21 Tips on How to Write a “Pay-Per-Click” (PPC) Ad That Gets Results
Due to the space limitations of a PPC ad, you’ll never be able to pack all 21 of the following tips into a single one. But use this handy list as a guideline for things to consider every time you sit down to write them.
- Work keywords (also called “keyphrases”) into your ads. Try to work your keywords into your ads as seamlessly as possible in both your headlines and body copy. According to an Overture study conducted by AC Nielsen, “Users were nearly 50 percent more likely to click on listings in which the keyword was included in both the title and description.”
- Write clear, concise sentences. Of course, you can’t just use keywords, you have to use them in clear, concise sentences – with proper punctuation, capitalization, spelling, grammar, and spacing.
- Think like your customer. Make sure your ad speaks directly to your prospect. What would appeal to you if you were a customer? What do they need to read to get them to click on your ad and visit your client’s site?
- Check out what your competition is doing. Don’t plagiarize, but do use their ideas to get your creative juices flowing. How could you write their ad better?
- Create a headline that grabs your reader’s attention. As with a standard sales letter, your headline is the most important part of your ad. Take the time to come up with a hook that will catch your reader’s eye.
- Emphasis a benefit. Tell your reader what’s in it for them – the most compelling benefit you can think of. If your USP is that you have the widest variety or highest quality or best customer service or lowest price, mention it. (But include the actual price only if you’re sure yours is the lowest.)
- Make your offer unique. For maximum impact, make sure what you offer is different and sets you apart from your online competition.
- Ask your prospect a question. Asking a question gets your prospect involved with your ad. And if you word it right, it will confirm that you have what they’re looking for. Asking a question is not something you’ll use every time, but it’s still a good weapon to have in your arsenal.
- Target by geographical area. For example, if your client is a dentist who services the Cincinnati area, be sure to mention “Cincinnati” in your ad.
- Boost your credibility. You won’t always have room, but if you do, include something that boosts your credibility (such as “30-Day Money Back Guarantee” or “5 Star Rating” or “Member of the BBB of NY”).
- Avoid superlatives. Don’t use vague, meaningless words like “amazing,” “unbelievable,” “stupendous,” etc.
- Instead of superlatives, use power words that will arouse an emotion in your reader. Examples: latest, ultimate, master, scientific, private, discount, cheap, wholesale, special, massive, leading, outstanding, rebate, coupon, guaranteed, free, powerful, easy, shocking, hidden, proven, revolutionary, inside, hot, new, improved, breakthrough, limited, secrets.
- Prove all your claims. If your PPC ad says you’re rated #1, back up that claim on your landing page (the page your reader is taken to when they click on your ad).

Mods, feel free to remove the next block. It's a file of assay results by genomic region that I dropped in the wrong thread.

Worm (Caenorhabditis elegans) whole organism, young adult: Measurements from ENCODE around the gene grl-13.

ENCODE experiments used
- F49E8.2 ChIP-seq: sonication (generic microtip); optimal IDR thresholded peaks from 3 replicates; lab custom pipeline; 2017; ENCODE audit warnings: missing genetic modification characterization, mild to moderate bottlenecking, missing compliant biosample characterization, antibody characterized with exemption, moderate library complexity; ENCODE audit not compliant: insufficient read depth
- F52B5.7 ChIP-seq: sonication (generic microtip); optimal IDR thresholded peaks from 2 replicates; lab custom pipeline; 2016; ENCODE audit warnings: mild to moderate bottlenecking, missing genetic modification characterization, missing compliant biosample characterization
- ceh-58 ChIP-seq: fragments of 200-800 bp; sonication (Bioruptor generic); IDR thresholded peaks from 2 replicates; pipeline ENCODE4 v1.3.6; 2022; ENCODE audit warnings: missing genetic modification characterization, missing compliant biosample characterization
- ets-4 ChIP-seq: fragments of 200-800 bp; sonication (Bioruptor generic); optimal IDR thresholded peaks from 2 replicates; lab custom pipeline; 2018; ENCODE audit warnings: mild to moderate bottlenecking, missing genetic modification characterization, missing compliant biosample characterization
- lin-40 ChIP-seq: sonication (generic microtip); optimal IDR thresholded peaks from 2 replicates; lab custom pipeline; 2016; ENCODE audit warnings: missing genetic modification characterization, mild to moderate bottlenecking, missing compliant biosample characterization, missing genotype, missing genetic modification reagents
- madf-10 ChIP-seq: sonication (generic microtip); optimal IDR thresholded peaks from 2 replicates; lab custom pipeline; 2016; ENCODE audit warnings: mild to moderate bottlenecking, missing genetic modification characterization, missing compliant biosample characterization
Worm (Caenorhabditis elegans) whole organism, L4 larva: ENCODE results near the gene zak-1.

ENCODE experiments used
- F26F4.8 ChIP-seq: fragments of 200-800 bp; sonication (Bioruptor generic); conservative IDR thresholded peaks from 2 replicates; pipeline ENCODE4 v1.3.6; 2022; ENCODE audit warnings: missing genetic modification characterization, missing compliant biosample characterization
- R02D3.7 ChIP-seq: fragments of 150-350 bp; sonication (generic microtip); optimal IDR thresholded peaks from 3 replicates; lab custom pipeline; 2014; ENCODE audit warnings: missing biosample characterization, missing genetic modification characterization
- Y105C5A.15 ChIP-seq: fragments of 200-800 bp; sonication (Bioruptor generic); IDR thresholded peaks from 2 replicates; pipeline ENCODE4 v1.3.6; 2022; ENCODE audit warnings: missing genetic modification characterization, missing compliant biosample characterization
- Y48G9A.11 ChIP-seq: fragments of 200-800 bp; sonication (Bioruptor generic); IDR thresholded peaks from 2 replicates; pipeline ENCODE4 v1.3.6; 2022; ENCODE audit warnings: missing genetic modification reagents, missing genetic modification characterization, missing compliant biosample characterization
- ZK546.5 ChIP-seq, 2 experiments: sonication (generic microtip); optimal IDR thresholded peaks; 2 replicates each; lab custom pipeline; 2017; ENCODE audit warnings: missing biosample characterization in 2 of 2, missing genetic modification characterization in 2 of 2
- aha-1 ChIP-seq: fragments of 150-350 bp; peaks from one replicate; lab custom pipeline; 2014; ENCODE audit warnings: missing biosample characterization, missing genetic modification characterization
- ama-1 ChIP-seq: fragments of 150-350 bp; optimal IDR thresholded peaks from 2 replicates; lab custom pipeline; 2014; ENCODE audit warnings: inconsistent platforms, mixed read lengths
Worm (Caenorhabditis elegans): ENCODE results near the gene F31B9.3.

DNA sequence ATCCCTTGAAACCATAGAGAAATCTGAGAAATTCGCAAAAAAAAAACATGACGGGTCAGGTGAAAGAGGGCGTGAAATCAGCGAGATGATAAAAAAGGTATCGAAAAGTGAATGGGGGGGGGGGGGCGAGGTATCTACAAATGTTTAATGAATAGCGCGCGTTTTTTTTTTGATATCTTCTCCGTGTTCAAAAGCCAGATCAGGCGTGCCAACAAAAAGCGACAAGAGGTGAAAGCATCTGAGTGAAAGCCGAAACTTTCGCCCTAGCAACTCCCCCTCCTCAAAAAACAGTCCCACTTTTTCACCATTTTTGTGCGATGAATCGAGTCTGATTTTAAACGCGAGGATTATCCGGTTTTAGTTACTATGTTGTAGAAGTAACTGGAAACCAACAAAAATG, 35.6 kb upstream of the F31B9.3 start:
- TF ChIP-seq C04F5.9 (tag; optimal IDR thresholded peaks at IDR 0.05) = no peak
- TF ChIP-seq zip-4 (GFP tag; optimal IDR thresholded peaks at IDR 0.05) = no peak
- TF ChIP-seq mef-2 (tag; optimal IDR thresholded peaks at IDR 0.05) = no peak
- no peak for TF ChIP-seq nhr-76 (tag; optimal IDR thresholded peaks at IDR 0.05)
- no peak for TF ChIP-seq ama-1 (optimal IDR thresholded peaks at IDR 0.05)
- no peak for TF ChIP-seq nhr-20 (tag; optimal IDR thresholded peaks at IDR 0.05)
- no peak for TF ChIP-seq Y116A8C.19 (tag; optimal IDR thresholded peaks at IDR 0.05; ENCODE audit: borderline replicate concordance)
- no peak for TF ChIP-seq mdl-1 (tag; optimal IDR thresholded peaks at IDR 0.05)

- Add a “call to action” to your link. Be creative. Don’t just say “Please Click Here.” Say “Reserve your spot today” or “Read Reviews” or “Request Information” or “Buy Today” or “Call Today” or “Get a Free Quote.”
- Mention any free stuff included in your offer. Examples: “Free shipping,” “Free 30-day trial,” “Free report,” “Buy one get one free.”
- Give your reader a reason to buy ASAP. If your sale ends soon, mention it. If availability is limited, let your reader know. Try to create a sense of urgency.
- Avoid making general claims. Instead of saying “great tasting peaches,” say “7-time winner of the Tasty Peach award.”
- Use the brand name. If the brand you’re promoting is well-known and has a great reputation, use the name in your ad.
- A note about your URL. As a rule of thumb, the shorter the URL the better. In most cases, you won’t be able to select the URL to be used in your ad – but, if possible, urge your client to test several different ones. Because if your URL contains at least one of your keywords, it will give you an edge in getting your ad clicked. (As an added bonus, the keyword part of your URL will be bolded in the ad.)
- The ad must be ultra-relevant. This might seem obvious, but if your PPC ad says “shoes,” don’t send prospects to a landing page that sells socks. You’ll not only be blowing potential sales for your client’s socks, you’ll be costing your client money each time someone interested in shoes clicks on the ad.
- Make sure your ad lives up to your prospect’s expectations. It has to be immediately apparent to your prospect that, having clicked on your ad, they’ve landed in the right place. Even if you didn’t write the landing page, you have to make sure it relates to your ad and the keyphrase the prospect used to find it. If you don’t, you could find yourself sharing the blame for an unsuccessful PPC marketing campaign.
Keep these 21 tips in mind the next time you write a PPC ad, and I guarantee you’ll come up with a winner.
One last thing …
Never forget that one of the keys to success in all direct-response advertising is testing. To come up with the best possible PPC ad, your client must test several variations (all written by you, of course) and monitor the results. Only then will both of you know which ad is most effective.
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